From his location in Spaulding Rehabilitation Center, Boston Mayor Thomas Menino wrote a letter to U.S. President Barack Obama and House Speaker John Boehner on Saturday urging them to avoid the “fiscal cliff” and cuts in funding for health research.
Menino explained his experiences after over a month in medical institutions in his appeal to Obama and Boehner.
“I just spent a month in one of our world-class healthcare institutions and am writing you from another,” Menino wrote. “So, yes, my perspective on the big budget debate happening in Washington is unique.”
Menino suggested the leaders alter the way in which they address the American people regarding the issues.
“We don’t seek ‘austerity,’” he wrote. “Austerity describes hospital food and institutional walls. Show us opportunity. Sell us on progress. Tell us the truth, especially on taxes … And tell those who can do more, to do more.”
Menino spent a month in Brigham and Women’s Hospital for multiple health complications, including a compression fracture in his back.
After doctors diagnosed him with type 2 diabetes on Nov. 27, he moved to Spaulding to begin his recovery.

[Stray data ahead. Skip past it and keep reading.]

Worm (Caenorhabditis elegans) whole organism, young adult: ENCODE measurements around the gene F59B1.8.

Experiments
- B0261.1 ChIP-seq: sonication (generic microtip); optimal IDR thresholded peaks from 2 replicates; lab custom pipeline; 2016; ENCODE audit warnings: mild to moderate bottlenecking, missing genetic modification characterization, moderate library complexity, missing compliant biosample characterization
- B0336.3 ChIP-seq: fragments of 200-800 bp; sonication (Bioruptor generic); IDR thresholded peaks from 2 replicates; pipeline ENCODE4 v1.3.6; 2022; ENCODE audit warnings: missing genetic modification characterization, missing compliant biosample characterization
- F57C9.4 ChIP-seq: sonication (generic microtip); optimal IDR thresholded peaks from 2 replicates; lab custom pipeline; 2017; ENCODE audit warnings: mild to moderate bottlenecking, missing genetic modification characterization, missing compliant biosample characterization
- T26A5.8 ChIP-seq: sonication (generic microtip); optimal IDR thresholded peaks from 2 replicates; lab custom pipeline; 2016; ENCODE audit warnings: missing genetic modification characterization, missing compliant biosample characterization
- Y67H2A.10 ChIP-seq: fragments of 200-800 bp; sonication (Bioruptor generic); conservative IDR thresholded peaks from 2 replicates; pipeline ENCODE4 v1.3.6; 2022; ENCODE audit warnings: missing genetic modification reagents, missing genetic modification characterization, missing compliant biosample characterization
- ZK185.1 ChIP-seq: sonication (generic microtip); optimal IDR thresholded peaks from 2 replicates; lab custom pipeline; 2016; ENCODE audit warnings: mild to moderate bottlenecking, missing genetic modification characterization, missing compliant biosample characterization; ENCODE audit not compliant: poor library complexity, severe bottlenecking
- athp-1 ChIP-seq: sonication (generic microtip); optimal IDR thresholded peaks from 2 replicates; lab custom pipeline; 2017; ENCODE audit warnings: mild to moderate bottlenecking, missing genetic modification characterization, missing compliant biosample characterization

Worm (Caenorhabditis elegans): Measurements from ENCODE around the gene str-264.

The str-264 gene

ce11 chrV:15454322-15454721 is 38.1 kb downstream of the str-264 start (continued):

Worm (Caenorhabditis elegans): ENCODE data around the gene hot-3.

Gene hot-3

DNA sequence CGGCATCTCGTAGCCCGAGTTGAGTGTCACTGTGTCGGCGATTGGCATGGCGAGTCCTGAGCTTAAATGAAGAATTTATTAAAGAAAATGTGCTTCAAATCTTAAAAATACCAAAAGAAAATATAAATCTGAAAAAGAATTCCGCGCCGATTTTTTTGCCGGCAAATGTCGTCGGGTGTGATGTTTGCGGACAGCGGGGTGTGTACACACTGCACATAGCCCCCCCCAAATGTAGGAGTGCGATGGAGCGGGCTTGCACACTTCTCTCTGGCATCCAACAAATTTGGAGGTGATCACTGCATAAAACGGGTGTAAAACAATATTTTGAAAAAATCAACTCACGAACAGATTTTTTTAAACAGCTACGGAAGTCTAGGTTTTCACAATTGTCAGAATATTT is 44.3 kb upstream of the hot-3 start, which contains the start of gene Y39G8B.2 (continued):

He asked that Obama and Boehner behave in a way similar to those who have acted as Menino’s overseers and caretakers since October.
“Brian, my nurse, doesn’t come to my room in the morning to say, ‘Mayor, if you just sit here, unburdened by taxing exercises, free from our rehab rules and regulations, you will get stronger,’” he wrote. “He tells it like it is. You can, too.”
Menino also cited Boston’s supremacy as the top location for health institutions.
“Boston is home to the number-one medical school in the country and the number-one hospital in the country,” Menino said. “Researchers in Boston earn more NIH support than in any other city. Healthcare companies and institutions employ more people than any other sector.”
The fiscal cliff represents an end to several tax cuts and the implementation of many spending cuts to various government institutions, all of which are the result of the Budget Control Act of 2011.
If the fiscal cliff is not avoided, potential negative effects on the economy include a drastic decrease in GDP, and an increase in unemployment.
“The fiscal cliff is bad for our country,” Menino said in the final paragraph of the letter, “and so is any remedy that guts funding for discovery, for healthcare training and for healing.”